Tests reveal extremely toxic floodwater in Houston after Hurricane Harvey

HOUSTON, TX - AUGUST 30: Flooded homes are shown near Lake Houston following Hurricane Harvey August 30, 2017 in Houston, Texas. (Photo by Win McNamee/Getty Images)

HOUSTON, TX — Some of the flooding left behind by Hurricane Harvey is now making people sick.

The New York Times reports it had the high water in two Houston neighborhoods tested.

One site had levels of e-coli that were 135 times what is considered safe.

Elevated levels of lead, arsenic and other heavy metals were also found.

Some of the highest levels are being found in water inside homes.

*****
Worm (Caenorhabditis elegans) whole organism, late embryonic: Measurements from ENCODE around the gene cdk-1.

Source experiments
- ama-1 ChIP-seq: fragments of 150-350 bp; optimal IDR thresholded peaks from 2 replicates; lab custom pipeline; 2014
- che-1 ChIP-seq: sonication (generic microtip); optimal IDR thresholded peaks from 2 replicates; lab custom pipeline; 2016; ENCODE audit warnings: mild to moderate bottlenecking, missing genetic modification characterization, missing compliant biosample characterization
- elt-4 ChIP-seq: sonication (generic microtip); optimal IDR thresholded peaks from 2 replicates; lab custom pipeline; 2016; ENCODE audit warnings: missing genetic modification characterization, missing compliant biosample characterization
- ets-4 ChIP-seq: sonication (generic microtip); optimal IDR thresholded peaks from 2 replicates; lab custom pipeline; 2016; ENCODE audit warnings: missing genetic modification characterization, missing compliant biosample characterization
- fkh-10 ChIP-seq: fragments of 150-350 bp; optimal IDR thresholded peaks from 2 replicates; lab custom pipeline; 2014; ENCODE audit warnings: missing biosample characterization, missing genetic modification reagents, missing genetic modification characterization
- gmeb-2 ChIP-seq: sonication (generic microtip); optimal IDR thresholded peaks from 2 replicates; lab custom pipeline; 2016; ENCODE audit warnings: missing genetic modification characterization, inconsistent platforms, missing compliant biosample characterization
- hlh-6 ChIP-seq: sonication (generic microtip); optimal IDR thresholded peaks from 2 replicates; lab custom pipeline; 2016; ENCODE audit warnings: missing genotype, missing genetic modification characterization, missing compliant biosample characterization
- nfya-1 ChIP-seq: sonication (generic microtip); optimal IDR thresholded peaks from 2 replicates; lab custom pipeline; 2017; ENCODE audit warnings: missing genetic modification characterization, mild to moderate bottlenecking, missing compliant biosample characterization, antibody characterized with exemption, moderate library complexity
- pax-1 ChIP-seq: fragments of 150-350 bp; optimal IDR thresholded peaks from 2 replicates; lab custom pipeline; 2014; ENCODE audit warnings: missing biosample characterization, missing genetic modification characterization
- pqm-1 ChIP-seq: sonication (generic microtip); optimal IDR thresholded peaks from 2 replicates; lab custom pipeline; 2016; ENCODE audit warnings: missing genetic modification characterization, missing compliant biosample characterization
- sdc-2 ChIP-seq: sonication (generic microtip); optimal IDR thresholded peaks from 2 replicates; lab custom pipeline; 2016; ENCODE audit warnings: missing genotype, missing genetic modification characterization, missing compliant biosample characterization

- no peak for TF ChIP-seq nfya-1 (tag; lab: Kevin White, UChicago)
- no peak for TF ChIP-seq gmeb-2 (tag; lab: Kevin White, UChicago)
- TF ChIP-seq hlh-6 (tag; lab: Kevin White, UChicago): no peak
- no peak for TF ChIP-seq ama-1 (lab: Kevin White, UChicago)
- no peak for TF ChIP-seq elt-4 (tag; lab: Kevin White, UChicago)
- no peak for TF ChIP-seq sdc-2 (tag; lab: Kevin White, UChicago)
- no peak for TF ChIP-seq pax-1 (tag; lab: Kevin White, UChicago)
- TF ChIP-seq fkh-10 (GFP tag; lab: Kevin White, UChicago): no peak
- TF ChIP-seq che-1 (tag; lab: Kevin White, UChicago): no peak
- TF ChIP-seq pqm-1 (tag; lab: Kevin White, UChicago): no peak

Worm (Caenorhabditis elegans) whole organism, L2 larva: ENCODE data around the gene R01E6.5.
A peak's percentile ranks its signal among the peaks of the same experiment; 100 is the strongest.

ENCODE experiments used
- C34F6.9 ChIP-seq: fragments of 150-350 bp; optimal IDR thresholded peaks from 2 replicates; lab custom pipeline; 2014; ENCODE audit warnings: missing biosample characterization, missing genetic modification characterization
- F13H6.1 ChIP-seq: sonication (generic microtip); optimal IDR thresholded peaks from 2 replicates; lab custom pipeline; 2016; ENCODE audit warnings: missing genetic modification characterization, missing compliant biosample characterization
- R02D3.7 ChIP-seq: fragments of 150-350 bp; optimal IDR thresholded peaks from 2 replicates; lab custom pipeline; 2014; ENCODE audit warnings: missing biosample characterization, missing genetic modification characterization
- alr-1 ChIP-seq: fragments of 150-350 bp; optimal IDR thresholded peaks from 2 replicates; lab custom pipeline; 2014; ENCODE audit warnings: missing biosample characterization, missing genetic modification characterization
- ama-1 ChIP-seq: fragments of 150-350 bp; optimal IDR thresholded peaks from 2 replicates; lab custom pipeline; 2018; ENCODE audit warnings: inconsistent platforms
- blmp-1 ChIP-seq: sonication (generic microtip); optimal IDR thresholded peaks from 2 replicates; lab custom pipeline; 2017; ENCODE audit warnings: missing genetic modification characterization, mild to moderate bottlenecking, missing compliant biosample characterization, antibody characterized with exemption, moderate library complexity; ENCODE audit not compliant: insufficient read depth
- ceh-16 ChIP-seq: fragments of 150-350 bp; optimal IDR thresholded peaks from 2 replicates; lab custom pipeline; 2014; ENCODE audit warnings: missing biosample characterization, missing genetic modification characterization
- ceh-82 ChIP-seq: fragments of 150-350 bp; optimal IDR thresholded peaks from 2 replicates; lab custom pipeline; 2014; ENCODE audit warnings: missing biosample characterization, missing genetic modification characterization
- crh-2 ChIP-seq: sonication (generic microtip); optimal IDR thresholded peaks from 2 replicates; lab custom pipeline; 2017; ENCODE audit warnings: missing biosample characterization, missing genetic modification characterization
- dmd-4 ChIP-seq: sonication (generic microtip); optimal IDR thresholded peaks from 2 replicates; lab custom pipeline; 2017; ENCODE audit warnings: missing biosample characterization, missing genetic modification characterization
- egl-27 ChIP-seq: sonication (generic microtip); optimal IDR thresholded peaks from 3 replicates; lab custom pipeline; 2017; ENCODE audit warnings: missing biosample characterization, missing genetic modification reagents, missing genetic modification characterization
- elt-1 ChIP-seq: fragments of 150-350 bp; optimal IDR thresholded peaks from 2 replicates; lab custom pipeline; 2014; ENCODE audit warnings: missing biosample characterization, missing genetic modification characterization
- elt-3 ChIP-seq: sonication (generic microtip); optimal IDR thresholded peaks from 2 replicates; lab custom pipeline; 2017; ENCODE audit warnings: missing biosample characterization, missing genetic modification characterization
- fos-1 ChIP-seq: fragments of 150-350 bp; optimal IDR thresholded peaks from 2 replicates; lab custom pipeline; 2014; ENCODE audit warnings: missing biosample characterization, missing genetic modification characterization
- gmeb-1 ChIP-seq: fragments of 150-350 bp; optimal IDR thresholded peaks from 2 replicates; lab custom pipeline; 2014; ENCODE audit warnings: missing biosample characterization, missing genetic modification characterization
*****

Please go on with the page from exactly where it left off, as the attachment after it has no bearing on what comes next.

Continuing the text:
Experts say the conditions are ideal for bacteria to grow because it’s warmer inside homes and the water has been stagnate for days.

The Environmental Protection Agency said on Monday that 40 of 1,219 such plants in the area were not working.

Hospital workers say more people are showing up with skin infections, which can be treated with antibiotics.

Dr. Beau Briese, an emergency room physician at Houston Methodist Hospital, told the Times he has seen a doubling in the number of cases of cellulitis (reddened skin infections) since the storm. He said the infections had been successfully treated with antibiotics.

Dr. David Persse, the chief medical officer of Houston, said residents caring for children, the elderly and those with immune disorders should try to keep them out of homes until they have been cleaned.